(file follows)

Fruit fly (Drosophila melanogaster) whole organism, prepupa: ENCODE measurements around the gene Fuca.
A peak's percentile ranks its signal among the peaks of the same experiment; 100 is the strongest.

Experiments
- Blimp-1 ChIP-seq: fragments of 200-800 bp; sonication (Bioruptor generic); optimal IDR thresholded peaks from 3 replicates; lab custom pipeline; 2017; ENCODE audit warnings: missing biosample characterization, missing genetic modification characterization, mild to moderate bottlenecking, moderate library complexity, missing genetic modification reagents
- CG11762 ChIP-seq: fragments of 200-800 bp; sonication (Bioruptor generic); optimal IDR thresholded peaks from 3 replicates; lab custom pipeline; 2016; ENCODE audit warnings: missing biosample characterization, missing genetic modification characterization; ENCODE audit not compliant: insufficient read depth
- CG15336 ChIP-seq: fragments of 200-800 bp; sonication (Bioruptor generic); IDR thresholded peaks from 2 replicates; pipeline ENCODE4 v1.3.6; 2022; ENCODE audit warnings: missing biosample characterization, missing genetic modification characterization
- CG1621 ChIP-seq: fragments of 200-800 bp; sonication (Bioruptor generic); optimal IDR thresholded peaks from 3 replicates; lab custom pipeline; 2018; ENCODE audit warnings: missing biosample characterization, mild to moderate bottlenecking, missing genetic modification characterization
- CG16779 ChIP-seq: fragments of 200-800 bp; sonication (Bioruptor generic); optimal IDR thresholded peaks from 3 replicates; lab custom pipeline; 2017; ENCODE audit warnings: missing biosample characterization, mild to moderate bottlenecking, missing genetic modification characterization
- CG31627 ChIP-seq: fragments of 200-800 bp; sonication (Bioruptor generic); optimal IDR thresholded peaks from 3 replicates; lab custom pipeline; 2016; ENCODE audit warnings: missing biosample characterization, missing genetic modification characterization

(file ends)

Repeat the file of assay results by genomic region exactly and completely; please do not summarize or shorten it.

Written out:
Fruit fly (Drosophila melanogaster) whole organism, prepupa: ENCODE measurements around the gene Fuca.
A peak's percentile ranks its signal among the peaks of the same experiment; 100 is the strongest.

Experiments
- Blimp-1 ChIP-seq: fragments of 200-800 bp; sonication (Bioruptor generic); optimal IDR thresholded peaks from 3 replicates; lab custom pipeline; 2017; ENCODE audit warnings: missing biosample characterization, missing genetic modification characterization, mild to moderate bottlenecking, moderate library complexity, missing genetic modification reagents
- CG11762 ChIP-seq: fragments of 200-800 bp; sonication (Bioruptor generic); optimal IDR thresholded peaks from 3 replicates; lab custom pipeline; 2016; ENCODE audit warnings: missing biosample characterization, missing genetic modification characterization; ENCODE audit not compliant: insufficient read depth
- CG15336 ChIP-seq: fragments of 200-800 bp; sonication (Bioruptor generic); IDR thresholded peaks from 2 replicates; pipeline ENCODE4 v1.3.6; 2022; ENCODE audit warnings: missing biosample characterization, missing genetic modification characterization
- CG1621 ChIP-seq: fragments of 200-800 bp; sonication (Bioruptor generic); optimal IDR thresholded peaks from 3 replicates; lab custom pipeline; 2018; ENCODE audit warnings: missing biosample characterization, mild to moderate bottlenecking, missing genetic modification characterization
- CG16779 ChIP-seq: fragments of 200-800 bp; sonication (Bioruptor generic); optimal IDR thresholded peaks from 3 replicates; lab custom pipeline; 2017; ENCODE audit warnings: missing biosample characterization, mild to moderate bottlenecking, missing genetic modification characterization
- CG31627 ChIP-seq: fragments of 200-800 bp; sonication (Bioruptor generic); optimal IDR thresholded peaks from 3 replicates; lab custom pipeline; 2016; ENCODE audit warnings: missing biosample characterization, missing genetic modification characterization